Stains of period poverty : Human dignity as risk ?
Updated: Jan 10
Credits: PA Images
Scotland's move to provide period products including sanitary pads and tampons free of cost to anyone who needs them is worthy of applause. The sanitary products (free provision) (Scotland bill) introduces a legal right of free access of period products in schools, colleges, universities, and other public domain buildings. Interestingly, the bill forwarded by Monica Lennon, Labour Health Spokeswomen, was passed by 121 votes to zero i.e. it won the support of the Scottish Government and other opposition parties as well.
When we associate all these provisions to the context of India, it alarmingly urges the need of lowering our 'period poverty' scale. Digging into this concept, there are over 356 million menstruating women and girls in India, and only 121 million that is 36% are using sanitary napkins (according to the official census of India 2011). In India, menstruation is not at all the topic to be discussed in the public domain, and it is still under a 'black wrap' mainly due to a 'period stigma' attached with menstruation and often symbolic to cultural issues making up our normative aspect. Period taboos are often regarded as a part of life or a better lay down for menstruating women but often it never strikes in anyone's vision that these do have an effect on upholding values of human dignity for women mainly in terms of personal hygiene.
As period poverty put financial constraints on women to cope up with their menstrual supplies, nearly 88% of women in India use homemade alternative such as old clothes, rags, hay, or Ash (As per a study conducted by FSG foundation sponsored by Bill and Melinda Gates Foundation) for managing excessive bleeding. Switching on a new turn onto this, it is wrong to acknowledge that only women alone suffer in this. The diseases caused by unhealthy periods include cervical cancer, reproductive tract infections, hepatitis B, urinary tract infections (to name a very few) can directly impact the health conditions of next generations too as they are being exposed to prenatal diseases.
Subsequently, due to lack of personal hygiene and economic constraints, girls with issues are not encouraged to go to schools on those days which gradually decreases literacy rates. This even widens the vicious circle of 'social differences' in society if seen at a wider and a macro angle. A study conducted by FSG Foundation also spotted that 71% of girls in India report having no knowledge of mensuration before their first period. This increases the vulnerability that they themselves feel alienated from the rest of society and not able to put up menstrual hygiene as an issue to be put forward. Although, society being very passive regarding this critical issue enhances the 'social stigma' and regards this as impure even to be talked and comprehended upon.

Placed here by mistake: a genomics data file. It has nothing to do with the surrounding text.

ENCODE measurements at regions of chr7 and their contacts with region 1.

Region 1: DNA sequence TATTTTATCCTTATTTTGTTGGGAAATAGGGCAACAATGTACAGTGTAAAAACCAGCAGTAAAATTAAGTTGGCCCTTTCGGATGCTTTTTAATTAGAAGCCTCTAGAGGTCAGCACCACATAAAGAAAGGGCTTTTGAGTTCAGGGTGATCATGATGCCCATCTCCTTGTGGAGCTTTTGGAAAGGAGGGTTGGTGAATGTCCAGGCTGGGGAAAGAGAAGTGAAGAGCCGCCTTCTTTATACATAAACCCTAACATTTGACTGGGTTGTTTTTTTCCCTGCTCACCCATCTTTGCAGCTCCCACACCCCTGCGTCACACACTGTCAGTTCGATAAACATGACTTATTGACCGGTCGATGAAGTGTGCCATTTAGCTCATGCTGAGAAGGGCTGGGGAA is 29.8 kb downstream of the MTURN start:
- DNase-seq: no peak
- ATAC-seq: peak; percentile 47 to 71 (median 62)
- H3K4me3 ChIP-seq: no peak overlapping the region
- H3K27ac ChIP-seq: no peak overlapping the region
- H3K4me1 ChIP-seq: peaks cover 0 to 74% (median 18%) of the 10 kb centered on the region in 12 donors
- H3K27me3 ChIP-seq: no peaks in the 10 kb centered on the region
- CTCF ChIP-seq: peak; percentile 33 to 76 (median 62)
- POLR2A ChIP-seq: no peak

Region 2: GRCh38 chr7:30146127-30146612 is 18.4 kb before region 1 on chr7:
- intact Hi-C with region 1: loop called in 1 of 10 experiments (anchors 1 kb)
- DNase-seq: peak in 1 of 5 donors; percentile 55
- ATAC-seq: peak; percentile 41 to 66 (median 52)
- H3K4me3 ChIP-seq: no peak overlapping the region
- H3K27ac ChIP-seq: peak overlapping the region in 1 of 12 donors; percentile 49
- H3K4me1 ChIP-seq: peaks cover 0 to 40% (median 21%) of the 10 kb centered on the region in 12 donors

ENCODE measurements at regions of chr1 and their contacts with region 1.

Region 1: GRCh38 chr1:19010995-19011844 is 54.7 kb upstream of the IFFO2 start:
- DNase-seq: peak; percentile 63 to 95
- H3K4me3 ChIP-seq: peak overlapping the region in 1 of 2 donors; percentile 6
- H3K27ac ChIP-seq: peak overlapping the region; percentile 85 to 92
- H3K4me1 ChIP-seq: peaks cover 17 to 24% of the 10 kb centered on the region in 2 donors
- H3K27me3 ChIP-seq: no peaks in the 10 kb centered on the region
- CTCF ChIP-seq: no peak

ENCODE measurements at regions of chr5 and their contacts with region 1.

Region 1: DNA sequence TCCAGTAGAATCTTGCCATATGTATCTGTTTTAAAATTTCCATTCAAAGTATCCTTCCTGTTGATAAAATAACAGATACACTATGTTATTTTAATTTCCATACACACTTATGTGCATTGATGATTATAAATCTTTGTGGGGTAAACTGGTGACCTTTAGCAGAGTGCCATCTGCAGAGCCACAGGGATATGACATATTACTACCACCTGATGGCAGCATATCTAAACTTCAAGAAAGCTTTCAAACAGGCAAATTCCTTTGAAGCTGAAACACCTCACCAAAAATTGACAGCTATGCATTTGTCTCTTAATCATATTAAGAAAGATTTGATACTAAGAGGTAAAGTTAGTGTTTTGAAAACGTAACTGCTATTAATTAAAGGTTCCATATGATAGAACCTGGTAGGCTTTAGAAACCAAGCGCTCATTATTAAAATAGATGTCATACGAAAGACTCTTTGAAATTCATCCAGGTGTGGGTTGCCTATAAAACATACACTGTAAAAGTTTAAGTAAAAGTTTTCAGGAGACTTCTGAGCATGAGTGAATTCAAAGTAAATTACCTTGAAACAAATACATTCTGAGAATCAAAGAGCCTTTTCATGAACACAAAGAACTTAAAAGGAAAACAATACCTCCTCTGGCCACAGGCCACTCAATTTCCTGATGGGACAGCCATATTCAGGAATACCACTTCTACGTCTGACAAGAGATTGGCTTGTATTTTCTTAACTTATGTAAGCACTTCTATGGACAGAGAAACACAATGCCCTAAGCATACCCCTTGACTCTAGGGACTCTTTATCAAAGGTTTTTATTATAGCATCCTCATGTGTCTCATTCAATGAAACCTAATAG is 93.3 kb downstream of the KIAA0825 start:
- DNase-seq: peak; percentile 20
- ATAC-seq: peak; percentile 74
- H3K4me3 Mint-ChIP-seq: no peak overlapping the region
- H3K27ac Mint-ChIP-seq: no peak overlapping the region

Looking at the political perspective of this issue, the government launched a National Menstrual Hygiene Scheme under Rashtriya Kishor Swasthya Karyakram Program in 2014. The main objective was to promote menstrual hygiene among adolescent girls in rural areas by supplying as well as training self-help groups to make sanitary napkins but this scheme faced a great backlash. Secondly, the Suchi scheme was started in 2013-14 through National Health Mission for instilling awareness regarding menstrual hygiene but still, these measures proved to be inadequate. Even the Karnataka government didn't allocate any funds for the scheme which is now affecting over 17 lakh girls.
Generalization of this issue is the basic need of time today. In the current cognitive pattern, it is regarded as 'shameful' to have discussions about periods in the public domain but these socialization aspects need urgent reform. It seems like menstrual hygiene in the schemes by the government have their importance only on paper. People in this era need to be very open towards this critical issue which directly affects the dignity of women in society.
Heading towards the economic aspect of period poverty the main reason for this is the low availability of cheap period products. Although some enterprises have worked upon this issue still this issue has remained a stagnant one and a major obstacle in reviving from period poverty. We all have heard about 'Padman' who is Arunachalam Muruganantham, a social entrepreneur from Tamil Nadu who initiated to provide low-cost sanitary pads. And this is the need of India at this point. Basically, it is not a Cakewalk, it requires combined efforts of society and government but initially, the complexities of the situation need to be taken not -for- granted.
Maybe, it sounds very peculiar when we associate ideals of human dignity with this unconcerned topic, but at a micro level, it happens to be very derogatory for women to sustain themselves in such a cranky environment. These issues need to be taken to the forefront and some sound legislation is highly required.
By- Anadhi Sharma (Guest Writer)